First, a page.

propecia online sales propecia online buy propecia online propecia buy propecia propecia online pharmacy propecia online propecia online buy propecia online buy propecia online online propecia propecia online sales propecia online propecia buy propecia propecia online buy propecia online propecia online propecia buy propecia propecia online propecia online propecia online sales propecia online pharmacy buy propecia online online propecia propecia online sales buy propecia online buy propecia 5mg propecia online 5mg 5mg propecia online propecia online sales propecia online propecia online sales propecia buy propecia online propecia online propecia propecia buy online propecia online propecia online propecia online propecia propecia online propecia online propecia online propecia buy propecia propecia online propecia buy propecia online propecia propecia online
|Tombstone rattled by bigger, smarter snakes|
|Written by Alex Williams|
|Thursday, 04 October 2012 21:57|
Jim Everetts has “hauled ass” in circles to tire out an angry bull and watched a bobcat sit a few feet from his office door. He’s herded cattle off a freeway at night and thrown ammonia bombs into gopher holes.
But there’s something about the past few months that stands out to him more than anything else: He’s finding rattlesnakes, and he’s finding a lot of them.
Tombstone’s 57-year-old animal control officer estimates he’s dealt with about twice as many rattlesnakes since May as he would have in a typical year – he normally would have seen fewer than 10 but has taken care of more than 20 since the weather started heating up in May.And not only are there more of them, they’re bigger – Everetts said he’s been finding 5 and 6-foot-long snakes instead of the 4-foot-long ones he would normally find.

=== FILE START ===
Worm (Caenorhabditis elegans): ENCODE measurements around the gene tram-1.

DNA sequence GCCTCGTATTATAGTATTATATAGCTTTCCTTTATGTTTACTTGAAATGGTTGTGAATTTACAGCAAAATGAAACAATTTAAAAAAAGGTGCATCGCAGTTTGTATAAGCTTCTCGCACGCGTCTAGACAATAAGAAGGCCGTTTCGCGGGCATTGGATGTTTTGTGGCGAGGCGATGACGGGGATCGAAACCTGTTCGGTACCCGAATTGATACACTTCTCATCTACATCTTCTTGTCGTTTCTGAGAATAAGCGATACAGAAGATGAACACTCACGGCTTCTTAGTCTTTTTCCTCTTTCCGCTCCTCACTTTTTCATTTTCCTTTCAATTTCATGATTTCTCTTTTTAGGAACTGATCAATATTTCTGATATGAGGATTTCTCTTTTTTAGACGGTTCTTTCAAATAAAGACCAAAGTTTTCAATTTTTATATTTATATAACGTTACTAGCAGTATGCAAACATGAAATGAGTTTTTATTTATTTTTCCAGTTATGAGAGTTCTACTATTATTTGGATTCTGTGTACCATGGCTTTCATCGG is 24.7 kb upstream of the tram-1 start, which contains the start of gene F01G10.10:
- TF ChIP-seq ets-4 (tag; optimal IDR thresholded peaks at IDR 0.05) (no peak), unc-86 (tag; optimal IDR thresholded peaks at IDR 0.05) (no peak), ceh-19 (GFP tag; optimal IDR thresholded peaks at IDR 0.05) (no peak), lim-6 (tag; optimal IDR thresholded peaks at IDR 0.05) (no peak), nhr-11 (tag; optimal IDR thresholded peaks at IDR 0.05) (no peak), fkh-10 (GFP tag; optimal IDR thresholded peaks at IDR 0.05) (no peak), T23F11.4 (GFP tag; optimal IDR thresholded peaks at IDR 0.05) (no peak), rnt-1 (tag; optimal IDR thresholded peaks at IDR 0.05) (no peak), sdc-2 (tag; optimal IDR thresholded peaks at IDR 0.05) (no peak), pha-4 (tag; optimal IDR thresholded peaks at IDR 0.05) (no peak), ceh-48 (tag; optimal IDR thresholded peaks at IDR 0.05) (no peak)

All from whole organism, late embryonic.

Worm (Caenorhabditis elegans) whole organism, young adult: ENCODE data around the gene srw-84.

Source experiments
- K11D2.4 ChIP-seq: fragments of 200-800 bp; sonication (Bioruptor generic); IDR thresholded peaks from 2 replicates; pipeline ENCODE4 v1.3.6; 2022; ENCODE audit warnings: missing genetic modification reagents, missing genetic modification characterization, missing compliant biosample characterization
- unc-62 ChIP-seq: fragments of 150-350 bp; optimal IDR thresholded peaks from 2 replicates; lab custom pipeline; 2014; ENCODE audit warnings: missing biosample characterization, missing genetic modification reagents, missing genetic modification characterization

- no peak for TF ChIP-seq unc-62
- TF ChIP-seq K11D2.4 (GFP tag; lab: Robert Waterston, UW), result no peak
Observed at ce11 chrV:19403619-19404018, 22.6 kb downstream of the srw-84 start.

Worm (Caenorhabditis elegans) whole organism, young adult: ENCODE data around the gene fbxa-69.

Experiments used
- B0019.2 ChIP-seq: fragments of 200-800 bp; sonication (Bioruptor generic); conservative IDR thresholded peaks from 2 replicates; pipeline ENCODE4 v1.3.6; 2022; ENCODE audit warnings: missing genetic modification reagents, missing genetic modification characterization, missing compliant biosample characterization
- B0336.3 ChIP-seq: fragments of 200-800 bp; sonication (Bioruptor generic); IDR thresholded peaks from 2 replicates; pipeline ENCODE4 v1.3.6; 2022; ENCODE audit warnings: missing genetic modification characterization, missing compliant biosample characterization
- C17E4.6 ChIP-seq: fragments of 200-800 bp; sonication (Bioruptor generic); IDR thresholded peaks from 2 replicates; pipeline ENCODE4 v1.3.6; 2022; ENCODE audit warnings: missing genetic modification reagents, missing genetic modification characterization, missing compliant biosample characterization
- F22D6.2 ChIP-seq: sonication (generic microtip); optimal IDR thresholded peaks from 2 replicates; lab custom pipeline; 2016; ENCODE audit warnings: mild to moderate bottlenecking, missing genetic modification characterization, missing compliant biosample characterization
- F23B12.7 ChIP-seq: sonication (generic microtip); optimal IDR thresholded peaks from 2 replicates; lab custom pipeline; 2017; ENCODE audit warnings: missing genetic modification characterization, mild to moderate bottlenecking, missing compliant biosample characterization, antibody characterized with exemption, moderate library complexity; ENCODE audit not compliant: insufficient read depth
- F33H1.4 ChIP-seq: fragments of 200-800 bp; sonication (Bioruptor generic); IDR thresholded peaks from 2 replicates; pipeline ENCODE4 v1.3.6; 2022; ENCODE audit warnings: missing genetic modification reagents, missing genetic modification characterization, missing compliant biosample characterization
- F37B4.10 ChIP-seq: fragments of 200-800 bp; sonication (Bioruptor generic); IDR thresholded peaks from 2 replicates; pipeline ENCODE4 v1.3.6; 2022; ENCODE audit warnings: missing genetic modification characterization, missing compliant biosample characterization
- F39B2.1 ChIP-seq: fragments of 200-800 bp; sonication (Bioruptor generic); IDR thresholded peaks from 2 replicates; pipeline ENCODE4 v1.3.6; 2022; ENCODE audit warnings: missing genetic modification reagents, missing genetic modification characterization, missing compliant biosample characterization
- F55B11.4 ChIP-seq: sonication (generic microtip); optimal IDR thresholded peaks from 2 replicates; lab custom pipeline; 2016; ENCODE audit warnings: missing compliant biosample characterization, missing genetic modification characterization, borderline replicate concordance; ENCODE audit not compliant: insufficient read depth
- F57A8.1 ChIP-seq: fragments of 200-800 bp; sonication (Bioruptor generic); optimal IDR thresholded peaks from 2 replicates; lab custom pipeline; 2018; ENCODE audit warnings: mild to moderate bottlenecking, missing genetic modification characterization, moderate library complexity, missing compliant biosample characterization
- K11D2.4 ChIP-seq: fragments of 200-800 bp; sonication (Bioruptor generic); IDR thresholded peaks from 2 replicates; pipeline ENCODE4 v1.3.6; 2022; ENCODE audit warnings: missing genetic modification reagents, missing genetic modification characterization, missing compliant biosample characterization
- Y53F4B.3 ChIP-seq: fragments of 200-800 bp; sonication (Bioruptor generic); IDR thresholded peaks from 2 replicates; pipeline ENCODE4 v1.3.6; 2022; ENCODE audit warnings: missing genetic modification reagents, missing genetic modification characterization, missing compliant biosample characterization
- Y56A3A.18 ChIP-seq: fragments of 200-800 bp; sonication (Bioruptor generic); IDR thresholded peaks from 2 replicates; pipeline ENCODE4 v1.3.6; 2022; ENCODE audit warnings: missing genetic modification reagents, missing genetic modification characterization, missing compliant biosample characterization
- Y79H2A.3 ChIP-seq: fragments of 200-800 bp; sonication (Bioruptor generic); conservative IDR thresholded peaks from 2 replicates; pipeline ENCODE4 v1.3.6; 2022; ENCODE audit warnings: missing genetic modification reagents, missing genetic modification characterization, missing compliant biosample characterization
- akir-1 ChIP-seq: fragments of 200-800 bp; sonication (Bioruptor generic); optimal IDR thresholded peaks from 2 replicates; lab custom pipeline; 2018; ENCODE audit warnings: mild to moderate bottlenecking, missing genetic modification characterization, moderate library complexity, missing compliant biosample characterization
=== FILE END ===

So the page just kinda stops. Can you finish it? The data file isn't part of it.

“When they’re that big, they’re usually pretty smart,” said Everetts, who’s known as “Rattler.”
But the snakes themselves aren’t what worry Everetts, even though they’ll start to disappear once the weather cools around mid- to late-November. It’s the kind of damage they could do to Tombstone’s tourism industry.
He said the most at-risk people for getting bit by a snake are the elderly and tourists because they either don’t notice them because they’re distracted or can’t move quickly enough out of striking range once they see one. Elderly people make up a good chunk of the visitors in Tombstone, so it’s easy to see where Everetts’ concern comes from.
He said the Tombstone’s most prominent types are Mojave Rattlesnakes and Western Diamondbacks, and added that “anyone who gets bit by a Mojave, they’re screwed.”
“I just try to keep ‘em away from people and horses,” Everetts said. “I’d hate to see anyone get bit, so I’d rather get them first.”
Everetts has had plenty of close calls himself, saying that his snake-proof boots have “saved me many times.” Still, he’s been bitten a number of times on both arms and said that the feet, ankles and hands are the most common places for snakes to strike.
But despite Everetts’ best efforts, snakes are still finding their way into Tombstone. Carla Molina, an employee in Tombstone’s water department, said she’s encountered many more snakes this year while going around town and getting readings from water meters.
“We found quite a lot when we were reading the water meters last month,” Molina said, adding that she doesn’t know anyone who’s been bitten but she has started bringing a hook with her to wrangle snakes.
Still, even with Everetts on snake watch around town, it’s ultimately up to anyone in Tombstone to make sure they know what’s around them and realize that rattlesnakes can from a distance up to half their length.
But Everetts likes it out here in the West – angry bulls, rattlesnakes and all.
“It’s interesting around here,” said Everetts, in his fifth year in Tombstone after working in Pennsylvania, among other places. “But it’s been a good year … it’s busy. It’s very diverse. You get anything.”